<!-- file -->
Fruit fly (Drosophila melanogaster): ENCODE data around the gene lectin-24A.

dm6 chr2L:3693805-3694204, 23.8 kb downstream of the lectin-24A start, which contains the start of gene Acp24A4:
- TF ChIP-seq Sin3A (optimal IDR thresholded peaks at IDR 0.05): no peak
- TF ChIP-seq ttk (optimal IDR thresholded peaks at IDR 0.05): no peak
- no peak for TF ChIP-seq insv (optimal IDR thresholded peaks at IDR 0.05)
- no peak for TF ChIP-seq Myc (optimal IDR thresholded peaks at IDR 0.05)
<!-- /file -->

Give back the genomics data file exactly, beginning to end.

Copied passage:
Fruit fly (Drosophila melanogaster): ENCODE data around the gene lectin-24A.

dm6 chr2L:3693805-3694204, 23.8 kb downstream of the lectin-24A start, which contains the start of gene Acp24A4:
- TF ChIP-seq Sin3A (optimal IDR thresholded peaks at IDR 0.05): no peak
- TF ChIP-seq ttk (optimal IDR thresholded peaks at IDR 0.05): no peak
- no peak for TF ChIP-seq insv (optimal IDR thresholded peaks at IDR 0.05)
- no peak for TF ChIP-seq Myc (optimal IDR thresholded peaks at IDR 0.05)